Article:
Massmart needs to get it together
Nearly four years after US retailer Walmart bought a 51% stake in discount retailer Massmart, the group is struggling to improve the profitability of its local operations and make inroads on the rest of the continent. Recently released results are not convincing of the company’s ability to better its performance, but the company is acutely aware of its shortcomings and is working hard on improving, says CEO Guy Hayward.
Massmart, which released underwhelming interim results for the 26 weeks ended 28 June, has seen its share price decline nearly 20% since the start of the year, underperforming competitors like Shoprite (down 4.3%), Pick n Pay (up 22.5%) and Woolworths (up 29.1%). The Massmart share price is down 45% from its May 2013 peak of R205.04, and the share is now trading at 2010 levels (also see page 32).
At the time of the 2011 deal, which saw the global titan pay R17bn to take a 51% stake in the local retail group, pundits spoke of the “Walmart effect”. CEO Guy Hayward half-jests that the fact that the Walmart magic is not yet apparent should put a stop to criticism that arose when the deal was first struck, when it was claimed that the NYSElisted titan would f lood SA with cheap goods, hurting local industry and jobs. Long-term benefits, he says, will derive by way of critical mass and innovation – from IT to distribution centres – and other critical competitive factors.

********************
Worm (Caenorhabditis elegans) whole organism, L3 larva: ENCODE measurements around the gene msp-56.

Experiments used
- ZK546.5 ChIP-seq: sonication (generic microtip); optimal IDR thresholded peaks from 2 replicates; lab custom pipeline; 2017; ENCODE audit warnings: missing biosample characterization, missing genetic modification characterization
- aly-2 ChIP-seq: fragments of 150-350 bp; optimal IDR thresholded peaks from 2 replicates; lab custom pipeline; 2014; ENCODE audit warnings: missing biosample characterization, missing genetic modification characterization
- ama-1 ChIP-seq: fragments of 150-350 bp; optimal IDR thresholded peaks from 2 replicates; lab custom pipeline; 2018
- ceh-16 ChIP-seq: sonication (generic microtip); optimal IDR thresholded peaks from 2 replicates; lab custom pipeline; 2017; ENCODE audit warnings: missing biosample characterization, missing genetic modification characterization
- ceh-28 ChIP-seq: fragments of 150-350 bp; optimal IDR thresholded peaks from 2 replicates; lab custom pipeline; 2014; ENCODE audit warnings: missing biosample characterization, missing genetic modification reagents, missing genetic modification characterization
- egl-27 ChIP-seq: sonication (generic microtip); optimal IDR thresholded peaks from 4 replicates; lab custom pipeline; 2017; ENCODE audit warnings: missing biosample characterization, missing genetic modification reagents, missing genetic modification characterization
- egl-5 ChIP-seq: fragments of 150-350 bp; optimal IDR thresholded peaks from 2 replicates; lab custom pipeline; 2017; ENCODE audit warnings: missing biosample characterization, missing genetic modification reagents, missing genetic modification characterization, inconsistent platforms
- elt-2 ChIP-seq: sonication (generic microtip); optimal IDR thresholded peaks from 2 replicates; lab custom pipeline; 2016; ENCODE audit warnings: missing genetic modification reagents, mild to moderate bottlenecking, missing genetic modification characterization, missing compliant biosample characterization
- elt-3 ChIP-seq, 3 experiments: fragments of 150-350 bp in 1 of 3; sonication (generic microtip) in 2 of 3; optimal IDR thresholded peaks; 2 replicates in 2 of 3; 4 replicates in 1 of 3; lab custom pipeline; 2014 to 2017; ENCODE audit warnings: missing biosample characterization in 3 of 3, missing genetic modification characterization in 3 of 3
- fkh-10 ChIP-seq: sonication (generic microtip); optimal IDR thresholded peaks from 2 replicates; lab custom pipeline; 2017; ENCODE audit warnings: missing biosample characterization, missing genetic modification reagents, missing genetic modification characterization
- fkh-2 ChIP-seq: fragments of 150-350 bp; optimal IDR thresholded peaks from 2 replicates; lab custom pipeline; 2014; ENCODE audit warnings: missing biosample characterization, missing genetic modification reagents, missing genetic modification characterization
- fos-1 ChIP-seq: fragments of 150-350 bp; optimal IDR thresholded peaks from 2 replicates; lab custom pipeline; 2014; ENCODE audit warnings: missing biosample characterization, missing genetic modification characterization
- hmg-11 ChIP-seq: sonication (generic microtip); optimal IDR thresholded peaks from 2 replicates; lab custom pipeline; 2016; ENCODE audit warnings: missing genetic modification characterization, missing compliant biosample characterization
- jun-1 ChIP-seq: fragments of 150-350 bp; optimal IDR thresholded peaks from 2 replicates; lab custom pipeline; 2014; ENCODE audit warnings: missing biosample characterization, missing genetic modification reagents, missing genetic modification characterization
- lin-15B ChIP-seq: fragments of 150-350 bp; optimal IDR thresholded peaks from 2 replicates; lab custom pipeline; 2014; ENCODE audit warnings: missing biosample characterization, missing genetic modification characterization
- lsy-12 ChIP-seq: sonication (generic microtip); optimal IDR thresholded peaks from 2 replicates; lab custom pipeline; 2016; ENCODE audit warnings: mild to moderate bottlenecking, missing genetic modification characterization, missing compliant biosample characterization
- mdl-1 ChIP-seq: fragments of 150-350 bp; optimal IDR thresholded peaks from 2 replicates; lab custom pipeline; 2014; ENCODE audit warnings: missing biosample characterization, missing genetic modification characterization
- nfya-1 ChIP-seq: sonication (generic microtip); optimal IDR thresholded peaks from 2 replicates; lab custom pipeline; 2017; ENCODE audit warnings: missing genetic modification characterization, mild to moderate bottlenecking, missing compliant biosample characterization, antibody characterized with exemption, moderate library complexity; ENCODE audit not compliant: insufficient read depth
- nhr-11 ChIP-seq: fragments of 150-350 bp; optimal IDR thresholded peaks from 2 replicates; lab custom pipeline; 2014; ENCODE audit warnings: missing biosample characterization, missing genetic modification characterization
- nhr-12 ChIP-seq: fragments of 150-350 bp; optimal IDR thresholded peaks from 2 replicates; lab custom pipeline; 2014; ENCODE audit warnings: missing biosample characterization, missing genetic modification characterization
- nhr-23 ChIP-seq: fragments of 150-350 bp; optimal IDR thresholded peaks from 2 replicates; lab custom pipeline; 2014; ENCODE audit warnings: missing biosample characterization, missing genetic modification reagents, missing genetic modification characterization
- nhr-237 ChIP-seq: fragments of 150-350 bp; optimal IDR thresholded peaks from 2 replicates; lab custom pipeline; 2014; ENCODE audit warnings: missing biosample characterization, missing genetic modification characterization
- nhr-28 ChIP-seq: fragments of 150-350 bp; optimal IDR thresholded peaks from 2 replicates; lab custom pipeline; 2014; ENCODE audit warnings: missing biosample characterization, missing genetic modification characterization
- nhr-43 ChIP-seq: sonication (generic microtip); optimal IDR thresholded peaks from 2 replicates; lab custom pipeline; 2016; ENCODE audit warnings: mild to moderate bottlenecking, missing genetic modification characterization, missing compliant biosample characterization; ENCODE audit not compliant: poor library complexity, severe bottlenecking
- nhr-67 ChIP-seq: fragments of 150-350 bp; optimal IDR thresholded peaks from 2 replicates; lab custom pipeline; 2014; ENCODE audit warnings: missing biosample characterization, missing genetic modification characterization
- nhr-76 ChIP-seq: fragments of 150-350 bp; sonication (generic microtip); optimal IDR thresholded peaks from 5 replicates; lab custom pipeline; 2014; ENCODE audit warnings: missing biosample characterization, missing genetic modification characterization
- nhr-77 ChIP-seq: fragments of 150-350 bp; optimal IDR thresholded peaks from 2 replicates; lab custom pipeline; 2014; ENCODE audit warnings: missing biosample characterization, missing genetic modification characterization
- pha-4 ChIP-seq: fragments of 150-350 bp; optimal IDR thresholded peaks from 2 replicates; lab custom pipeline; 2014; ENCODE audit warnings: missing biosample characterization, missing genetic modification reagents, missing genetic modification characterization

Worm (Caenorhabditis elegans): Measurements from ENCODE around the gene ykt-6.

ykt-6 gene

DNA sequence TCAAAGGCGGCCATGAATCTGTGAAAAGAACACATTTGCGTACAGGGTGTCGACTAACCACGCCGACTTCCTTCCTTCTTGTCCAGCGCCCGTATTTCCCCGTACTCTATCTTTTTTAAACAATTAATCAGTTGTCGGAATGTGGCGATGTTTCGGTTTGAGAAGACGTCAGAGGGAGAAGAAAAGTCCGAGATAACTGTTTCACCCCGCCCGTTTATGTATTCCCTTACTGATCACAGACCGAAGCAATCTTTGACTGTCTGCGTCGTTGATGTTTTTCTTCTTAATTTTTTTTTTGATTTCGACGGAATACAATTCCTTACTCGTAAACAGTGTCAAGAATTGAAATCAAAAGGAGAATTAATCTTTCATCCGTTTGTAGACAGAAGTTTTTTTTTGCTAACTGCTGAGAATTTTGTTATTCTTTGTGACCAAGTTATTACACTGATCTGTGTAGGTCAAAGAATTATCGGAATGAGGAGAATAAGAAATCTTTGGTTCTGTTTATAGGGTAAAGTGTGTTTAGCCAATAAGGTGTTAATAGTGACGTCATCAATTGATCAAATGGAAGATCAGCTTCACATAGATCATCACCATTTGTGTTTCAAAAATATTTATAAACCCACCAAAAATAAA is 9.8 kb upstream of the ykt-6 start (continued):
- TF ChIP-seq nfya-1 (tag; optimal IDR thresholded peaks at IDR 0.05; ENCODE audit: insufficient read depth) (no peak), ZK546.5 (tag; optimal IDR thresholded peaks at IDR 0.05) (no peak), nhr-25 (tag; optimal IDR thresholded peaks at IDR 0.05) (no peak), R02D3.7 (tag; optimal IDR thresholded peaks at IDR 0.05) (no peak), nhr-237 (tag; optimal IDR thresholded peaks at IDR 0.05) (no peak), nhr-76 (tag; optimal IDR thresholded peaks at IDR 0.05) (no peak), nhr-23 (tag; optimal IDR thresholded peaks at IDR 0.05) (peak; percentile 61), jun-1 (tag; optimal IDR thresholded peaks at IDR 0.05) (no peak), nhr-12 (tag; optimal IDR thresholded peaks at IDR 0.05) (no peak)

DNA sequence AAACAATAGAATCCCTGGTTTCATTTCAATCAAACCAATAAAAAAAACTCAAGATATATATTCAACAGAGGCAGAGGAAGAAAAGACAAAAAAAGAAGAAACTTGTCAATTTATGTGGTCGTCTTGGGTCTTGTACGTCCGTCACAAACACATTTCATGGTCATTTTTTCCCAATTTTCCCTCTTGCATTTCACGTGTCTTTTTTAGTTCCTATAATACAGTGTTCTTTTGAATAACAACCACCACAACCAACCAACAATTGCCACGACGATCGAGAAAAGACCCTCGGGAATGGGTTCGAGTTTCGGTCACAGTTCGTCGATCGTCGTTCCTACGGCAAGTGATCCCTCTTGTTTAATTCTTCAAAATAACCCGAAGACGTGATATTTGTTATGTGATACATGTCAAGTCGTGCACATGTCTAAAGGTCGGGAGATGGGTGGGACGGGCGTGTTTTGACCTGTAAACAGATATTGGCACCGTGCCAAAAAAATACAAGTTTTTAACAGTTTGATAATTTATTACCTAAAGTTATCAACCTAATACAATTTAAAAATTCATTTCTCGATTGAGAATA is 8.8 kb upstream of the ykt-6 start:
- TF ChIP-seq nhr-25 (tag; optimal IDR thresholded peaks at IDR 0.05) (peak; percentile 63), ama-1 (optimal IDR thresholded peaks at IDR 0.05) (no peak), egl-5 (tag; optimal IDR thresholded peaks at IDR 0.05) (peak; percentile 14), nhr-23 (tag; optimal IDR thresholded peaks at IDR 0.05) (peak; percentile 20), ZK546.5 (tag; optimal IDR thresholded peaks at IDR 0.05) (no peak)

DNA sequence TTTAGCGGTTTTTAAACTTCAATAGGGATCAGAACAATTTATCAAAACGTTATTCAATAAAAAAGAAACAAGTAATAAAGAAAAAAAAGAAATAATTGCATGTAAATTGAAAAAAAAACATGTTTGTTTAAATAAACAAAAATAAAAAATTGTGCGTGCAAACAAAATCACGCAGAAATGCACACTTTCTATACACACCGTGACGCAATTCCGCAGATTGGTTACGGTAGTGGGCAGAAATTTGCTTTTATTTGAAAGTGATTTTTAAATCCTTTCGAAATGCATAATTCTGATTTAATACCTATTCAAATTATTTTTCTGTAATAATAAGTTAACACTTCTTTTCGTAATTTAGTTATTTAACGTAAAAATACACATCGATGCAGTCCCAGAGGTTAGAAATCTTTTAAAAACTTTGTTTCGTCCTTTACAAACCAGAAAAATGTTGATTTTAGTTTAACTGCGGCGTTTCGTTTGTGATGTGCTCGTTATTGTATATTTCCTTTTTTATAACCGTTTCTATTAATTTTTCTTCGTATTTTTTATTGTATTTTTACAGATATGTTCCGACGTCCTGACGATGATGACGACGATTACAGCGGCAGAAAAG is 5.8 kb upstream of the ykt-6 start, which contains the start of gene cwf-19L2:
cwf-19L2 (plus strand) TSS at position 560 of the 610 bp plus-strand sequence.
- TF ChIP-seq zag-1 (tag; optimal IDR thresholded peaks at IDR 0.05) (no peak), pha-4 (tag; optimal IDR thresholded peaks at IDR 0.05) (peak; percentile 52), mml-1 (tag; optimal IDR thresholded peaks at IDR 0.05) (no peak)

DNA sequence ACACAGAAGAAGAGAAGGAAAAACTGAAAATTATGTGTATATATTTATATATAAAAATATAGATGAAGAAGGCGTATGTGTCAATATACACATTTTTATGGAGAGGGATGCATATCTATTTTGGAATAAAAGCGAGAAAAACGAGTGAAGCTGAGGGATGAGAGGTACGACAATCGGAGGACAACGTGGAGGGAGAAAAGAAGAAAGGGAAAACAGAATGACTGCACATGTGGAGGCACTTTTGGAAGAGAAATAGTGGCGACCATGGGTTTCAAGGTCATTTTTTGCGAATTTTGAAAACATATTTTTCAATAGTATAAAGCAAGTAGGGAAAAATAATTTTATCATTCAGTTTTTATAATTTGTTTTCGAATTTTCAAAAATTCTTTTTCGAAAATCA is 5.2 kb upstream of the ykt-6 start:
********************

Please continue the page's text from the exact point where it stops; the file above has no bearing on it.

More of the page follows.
In the meantime, the retailer is struggling to keep up with competitors. In the June period, Massmart’s headline earnings dropped 26% to R269.3m, partly due to foreign exchange losses. A similar fall in percentage terms was recorded last year. At R306.6m now, net profits have softened by well over a third since the first half of 2013 despite revenue increasing by 9% to R39bn over the period.
Woolworths, in contrast, posted a 19.4% jump in headline earnings to R3.3bn and a 4.3% rise in net profit to R3.1bn for the year to June. Revenue increased 45.4% to R58.1bn thanks to the inclusion of David Jones, an Australian business t hat t he Cape Town-based retailer splurged R23bn on last year. Its performance was partly buffered by its focus on high LSMs,